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Recovered Covid-19 Patients Can Suffer From “Brain Fog” For Months, Even If The Illness Was Mild, Study Says

People who have recovered from the coronavirus may suffer from a cognitive disorder known as “brain fog,” even if they had a mild form of the disease and were not hospitalized, warns a study published this Friday in the JAMA Network Open magazine.

In the framework of the research, the data of 740 outpatient and hospitalized coronavirus patients, with a mean age of 49 years and without a history of dementia, were analyzed. The data collected covers the period from April 2020 to May 2021 from the Mount Sinai Health System hospital network registry in New York.

“In this study, we found a relatively high frequency of cognitive decline several months after the patients contracted covid-19 “, reads the text of the research. Specifically, 24% of the patients showed deficits in memory coding, 23% in the ability to remember, 20% in the ability to process categories, 18% in cognitive processing speed, 16% in the performance of executive functions and 15% in phonemic fluency when speaking.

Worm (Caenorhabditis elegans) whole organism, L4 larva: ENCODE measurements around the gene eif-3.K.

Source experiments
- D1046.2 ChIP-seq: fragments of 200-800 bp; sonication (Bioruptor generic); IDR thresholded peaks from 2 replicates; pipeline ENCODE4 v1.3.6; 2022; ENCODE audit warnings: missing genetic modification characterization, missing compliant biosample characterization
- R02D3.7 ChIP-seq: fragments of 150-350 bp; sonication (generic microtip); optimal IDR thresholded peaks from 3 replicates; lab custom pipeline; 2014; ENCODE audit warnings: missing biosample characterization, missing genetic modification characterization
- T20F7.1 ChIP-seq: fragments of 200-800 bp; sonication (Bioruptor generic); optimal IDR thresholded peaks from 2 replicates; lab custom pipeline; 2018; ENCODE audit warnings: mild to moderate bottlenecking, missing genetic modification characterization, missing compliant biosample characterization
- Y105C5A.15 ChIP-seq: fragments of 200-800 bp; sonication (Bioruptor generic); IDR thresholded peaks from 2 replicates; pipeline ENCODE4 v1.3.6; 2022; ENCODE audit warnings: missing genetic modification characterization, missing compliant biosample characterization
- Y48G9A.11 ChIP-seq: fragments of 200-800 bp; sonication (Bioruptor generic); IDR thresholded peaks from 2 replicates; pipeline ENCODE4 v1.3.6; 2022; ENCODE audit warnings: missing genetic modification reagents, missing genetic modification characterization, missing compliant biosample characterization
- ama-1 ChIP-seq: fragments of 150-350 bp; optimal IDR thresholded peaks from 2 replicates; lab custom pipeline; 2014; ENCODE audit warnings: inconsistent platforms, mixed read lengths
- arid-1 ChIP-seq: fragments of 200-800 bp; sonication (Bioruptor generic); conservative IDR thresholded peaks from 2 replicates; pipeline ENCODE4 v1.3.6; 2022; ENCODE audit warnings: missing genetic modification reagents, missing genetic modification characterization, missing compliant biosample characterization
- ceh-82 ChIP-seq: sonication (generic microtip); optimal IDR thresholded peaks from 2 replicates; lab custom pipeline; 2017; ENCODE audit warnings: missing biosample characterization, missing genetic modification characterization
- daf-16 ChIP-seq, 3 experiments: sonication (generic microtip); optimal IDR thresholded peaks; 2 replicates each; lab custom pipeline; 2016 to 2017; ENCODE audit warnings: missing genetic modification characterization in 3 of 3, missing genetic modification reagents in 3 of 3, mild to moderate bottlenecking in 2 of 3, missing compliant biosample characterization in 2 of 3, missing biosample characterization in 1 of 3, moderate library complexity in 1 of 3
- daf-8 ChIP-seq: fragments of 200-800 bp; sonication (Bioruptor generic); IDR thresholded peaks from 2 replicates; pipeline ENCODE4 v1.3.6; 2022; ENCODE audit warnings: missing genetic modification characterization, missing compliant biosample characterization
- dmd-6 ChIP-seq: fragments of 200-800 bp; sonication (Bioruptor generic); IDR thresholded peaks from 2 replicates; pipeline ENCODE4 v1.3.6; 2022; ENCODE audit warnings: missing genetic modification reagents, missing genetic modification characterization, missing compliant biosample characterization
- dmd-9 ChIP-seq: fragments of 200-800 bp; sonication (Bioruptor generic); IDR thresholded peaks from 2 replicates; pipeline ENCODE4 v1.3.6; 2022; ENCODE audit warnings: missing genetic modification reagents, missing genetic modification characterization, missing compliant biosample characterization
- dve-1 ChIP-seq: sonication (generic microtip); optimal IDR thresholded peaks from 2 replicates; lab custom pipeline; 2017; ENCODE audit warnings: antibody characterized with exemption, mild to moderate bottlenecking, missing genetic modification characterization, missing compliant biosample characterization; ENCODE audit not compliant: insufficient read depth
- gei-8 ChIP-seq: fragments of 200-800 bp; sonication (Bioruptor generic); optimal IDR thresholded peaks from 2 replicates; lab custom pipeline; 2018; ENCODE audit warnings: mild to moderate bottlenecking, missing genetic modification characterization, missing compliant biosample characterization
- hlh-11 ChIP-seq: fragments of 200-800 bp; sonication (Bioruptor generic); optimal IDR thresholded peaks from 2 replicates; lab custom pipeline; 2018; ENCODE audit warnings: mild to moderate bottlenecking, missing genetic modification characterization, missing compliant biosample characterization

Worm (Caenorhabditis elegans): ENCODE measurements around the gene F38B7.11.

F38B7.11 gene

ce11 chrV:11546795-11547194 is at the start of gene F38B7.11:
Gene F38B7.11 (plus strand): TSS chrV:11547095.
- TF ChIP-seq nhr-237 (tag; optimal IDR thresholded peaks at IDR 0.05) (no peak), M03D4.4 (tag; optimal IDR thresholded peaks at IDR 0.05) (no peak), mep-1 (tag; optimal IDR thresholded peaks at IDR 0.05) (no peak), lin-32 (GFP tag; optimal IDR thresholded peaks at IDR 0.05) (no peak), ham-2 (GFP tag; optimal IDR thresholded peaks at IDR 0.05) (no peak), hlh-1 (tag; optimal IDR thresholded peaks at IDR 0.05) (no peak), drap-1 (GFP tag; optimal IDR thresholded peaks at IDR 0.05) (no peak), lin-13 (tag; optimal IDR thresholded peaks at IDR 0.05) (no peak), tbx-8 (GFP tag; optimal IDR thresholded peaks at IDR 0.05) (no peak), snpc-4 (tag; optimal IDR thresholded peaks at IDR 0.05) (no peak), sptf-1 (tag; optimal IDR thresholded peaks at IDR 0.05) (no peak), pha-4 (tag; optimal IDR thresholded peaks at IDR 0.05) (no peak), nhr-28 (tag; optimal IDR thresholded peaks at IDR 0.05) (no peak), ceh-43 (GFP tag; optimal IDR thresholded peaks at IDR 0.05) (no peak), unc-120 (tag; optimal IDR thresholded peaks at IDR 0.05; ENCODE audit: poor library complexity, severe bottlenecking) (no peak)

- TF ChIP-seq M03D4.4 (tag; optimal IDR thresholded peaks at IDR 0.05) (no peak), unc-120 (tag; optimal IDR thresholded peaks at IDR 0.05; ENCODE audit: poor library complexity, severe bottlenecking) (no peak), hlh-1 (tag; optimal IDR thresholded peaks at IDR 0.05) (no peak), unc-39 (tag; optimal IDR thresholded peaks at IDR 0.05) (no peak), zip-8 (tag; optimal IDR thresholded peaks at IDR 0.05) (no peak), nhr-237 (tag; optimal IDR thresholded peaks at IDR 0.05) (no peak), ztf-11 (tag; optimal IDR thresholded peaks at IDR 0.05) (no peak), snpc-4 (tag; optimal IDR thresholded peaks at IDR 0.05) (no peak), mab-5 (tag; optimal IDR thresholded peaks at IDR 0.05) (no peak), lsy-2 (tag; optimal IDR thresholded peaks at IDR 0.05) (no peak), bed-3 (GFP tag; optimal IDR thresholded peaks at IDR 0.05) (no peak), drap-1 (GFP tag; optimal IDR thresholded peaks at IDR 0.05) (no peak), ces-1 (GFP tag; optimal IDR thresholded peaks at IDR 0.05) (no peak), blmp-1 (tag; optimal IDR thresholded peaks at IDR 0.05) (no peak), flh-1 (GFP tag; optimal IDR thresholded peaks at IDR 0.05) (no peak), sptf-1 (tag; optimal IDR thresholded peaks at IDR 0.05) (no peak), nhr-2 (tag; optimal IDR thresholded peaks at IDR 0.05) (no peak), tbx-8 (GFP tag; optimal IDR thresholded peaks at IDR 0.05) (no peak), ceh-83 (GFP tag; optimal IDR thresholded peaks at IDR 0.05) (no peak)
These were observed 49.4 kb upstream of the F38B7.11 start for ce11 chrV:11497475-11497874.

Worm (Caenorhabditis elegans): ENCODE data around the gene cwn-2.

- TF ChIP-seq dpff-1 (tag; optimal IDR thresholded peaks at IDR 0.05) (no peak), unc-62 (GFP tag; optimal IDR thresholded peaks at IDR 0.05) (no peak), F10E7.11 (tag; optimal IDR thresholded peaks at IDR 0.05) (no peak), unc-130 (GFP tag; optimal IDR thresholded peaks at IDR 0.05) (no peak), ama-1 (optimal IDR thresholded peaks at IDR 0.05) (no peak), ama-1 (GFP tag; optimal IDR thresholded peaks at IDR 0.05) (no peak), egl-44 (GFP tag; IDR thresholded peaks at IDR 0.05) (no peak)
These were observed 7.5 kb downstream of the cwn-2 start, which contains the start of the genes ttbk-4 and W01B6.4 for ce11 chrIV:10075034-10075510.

“The association of COVID-19 with executive functioning raises key questions about long-term patient management. Future studies are needed to identify risk factors and mechanisms underlying cognitive dysfunction, as well as options for rehabilitation.” , the experts explain.

It should be remembered that at the end of July a study was published in The Lancet’s EClinicalMedicine that revealed that SARS-CoV-2 can produce substantial reductions in cognitive ability in patients, especially those who developed a more severe form of the disease.

The researchers determined that those who had had COVID-19 tended to underperform on the intelligence test compared to those who had not contracted the virus. The largest deficits were observed in tasks that required reasoning, planning, and problem solving.

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